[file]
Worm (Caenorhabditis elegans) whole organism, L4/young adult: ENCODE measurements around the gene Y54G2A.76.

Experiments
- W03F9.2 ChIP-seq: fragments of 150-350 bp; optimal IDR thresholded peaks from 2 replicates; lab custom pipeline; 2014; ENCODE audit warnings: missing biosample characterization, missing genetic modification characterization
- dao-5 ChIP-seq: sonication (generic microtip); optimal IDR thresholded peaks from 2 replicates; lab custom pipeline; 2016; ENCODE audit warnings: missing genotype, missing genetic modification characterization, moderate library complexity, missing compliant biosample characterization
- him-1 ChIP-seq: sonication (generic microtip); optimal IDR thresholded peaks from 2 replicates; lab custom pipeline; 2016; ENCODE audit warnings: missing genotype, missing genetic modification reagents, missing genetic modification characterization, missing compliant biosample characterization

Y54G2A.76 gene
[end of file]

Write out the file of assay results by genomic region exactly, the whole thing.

Worm (Caenorhabditis elegans) whole organism, L4/young adult: ENCODE measurements around the gene Y54G2A.76.

Experiments
- W03F9.2 ChIP-seq: fragments of 150-350 bp; optimal IDR thresholded peaks from 2 replicates; lab custom pipeline; 2014; ENCODE audit warnings: missing biosample characterization, missing genetic modification characterization
- dao-5 ChIP-seq: sonication (generic microtip); optimal IDR thresholded peaks from 2 replicates; lab custom pipeline; 2016; ENCODE audit warnings: missing genotype, missing genetic modification characterization, moderate library complexity, missing compliant biosample characterization
- him-1 ChIP-seq: sonication (generic microtip); optimal IDR thresholded peaks from 2 replicates; lab custom pipeline; 2016; ENCODE audit warnings: missing genotype, missing genetic modification reagents, missing genetic modification characterization, missing compliant biosample characterization

Y54G2A.76 gene